After months of delay, the Afghan government and the Taliban are finally set to commence peace talks in the Qatari capital. In this Q&A, Crisis Group expert Andrew Watkins explains what to expect as the discussions proceed.
In his introduction to this month’s edition of CrisisWatch, our President Robert Malley reflects on the risk of violence in a number of upcoming African elections.
Ethnicity and conflict are tightly linked in Myanmar, as communal groups take up arms to press grievances for which they have found no other recourse. The problem calls for dialogue and deep reform, but meanwhile authorities can take smaller steps to indicate their positive intent.
For Afghanistan's peace talks to work, the Taliban will need to shift focus to what they want, not what they oppose. They should develop clear negotiating positions on key issues and work to convince their members that peace requires compromise.
A federal government misstep – lifting a lockdown too soon – has placed Pakistan among the twelve countries hardest hit by coronavirus. Nor has the economy recovered as intended. Authorities should let provinces make more health decisions and focus on helping citizens in need.
One year ago, India rescinded constitutional provisions giving special status to Jammu and Kashmir, the disputed territory also claimed by Pakistan. Kashmiri militancy is growing, often with Pakistani encouragement. Allies should urge New Delhi to relax its clampdown and Islamabad to stop backing jihadist proxies.
Sound public health policies have largely spared Thailand from the coronavirus to date. But a looming economic crisis could shake the foundations of the political order. What is needed is revision of the 2017 constitution to allow for more pluralism and less inequality.
The polls approaching in Myanmar are an opportunity for the government and ethnic armed groups to re-examine their positions in the country’s peace process. All parties should use the election-related hiatus to ask why talks have not succeeded and how to make them more productive.
Posturing from the Taliban... suggests they perceive their current position to be one of great strength.
To say there is a partial transfer of power seems to be an exaggeration, given the system in North Korea.
A U.S. departure from Afghanistan without a peace deal would likely result in a protracted and intensified civil war, in which many Afghans will suffer.
As Myanmar starts to consolidate a system of electoral democracy after so many decades of authoritarianism, observers play a key role in giving the elections credibility.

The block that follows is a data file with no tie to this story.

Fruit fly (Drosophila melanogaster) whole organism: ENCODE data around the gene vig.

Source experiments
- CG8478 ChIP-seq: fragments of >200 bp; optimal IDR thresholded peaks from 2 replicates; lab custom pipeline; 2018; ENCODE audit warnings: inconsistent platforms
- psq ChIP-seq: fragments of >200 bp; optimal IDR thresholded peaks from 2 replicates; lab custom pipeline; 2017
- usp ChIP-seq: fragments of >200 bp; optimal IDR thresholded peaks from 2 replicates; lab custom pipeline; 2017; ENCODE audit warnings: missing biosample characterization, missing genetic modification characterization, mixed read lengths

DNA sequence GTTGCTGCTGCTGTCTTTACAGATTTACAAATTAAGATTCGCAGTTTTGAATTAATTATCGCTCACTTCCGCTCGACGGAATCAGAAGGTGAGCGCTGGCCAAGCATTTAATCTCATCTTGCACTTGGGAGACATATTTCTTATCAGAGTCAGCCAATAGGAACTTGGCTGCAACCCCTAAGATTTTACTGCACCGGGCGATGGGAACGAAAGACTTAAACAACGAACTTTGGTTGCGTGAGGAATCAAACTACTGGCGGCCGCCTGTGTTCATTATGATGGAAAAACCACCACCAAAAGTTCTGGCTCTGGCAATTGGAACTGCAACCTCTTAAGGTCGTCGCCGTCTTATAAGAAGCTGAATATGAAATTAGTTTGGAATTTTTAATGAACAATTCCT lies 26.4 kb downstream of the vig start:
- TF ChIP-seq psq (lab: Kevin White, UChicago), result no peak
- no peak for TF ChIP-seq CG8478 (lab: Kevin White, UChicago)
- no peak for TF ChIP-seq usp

In order to establish greater trust during intra-Afghan negotiations, both sides should quickly discuss practical measures that can be taken to combat the violence of spoiler groups.
If the defector is in fact the cause for the Kaesong lockdown, then North Korea doesn’t need to deny infections anymore and can blame its epidemic on defectors and imported cases from South Korea.
Two August bomb explosions in the southern Philippines’ Sulu archipelago highlighted how militant networks may be splintered but are deeply entrenched. To keep the long Bangsamoro transition to peace on track, the government should strengthen outreach to local elites and improve cooperation between security services.
In this podcast series, Crisis Group President Rob Malley and Board Member Naz Modirzadeh, a Harvard professor of international law and armed conflict, dive deep into the conflicts that rage around the globe, along with Crisis Group field analysts and special guests. This week, they discuss French President Emmanuel Macron's plunge into the murky waters of Lebanese politics and the Trump administration's stunning decision to impose sanctions on the staff of the International Criminal Court. They also speak with Andrew Watkins, Crisis Group's senior analyst for Afghanistan, about what to expect from the country's pending peace talks.
Twice postponed because of COVID-19, Sri Lanka's parliamentary election finally took place on 5 August. The SLPP's electoral victory should be understood not simply as a result of dissatisfaction with rival party UNP, but of the failure of its internationally-backed liberal reform agenda to gain lasting traction with Sri Lankan voters.
Originally published in LSE South Asia Centre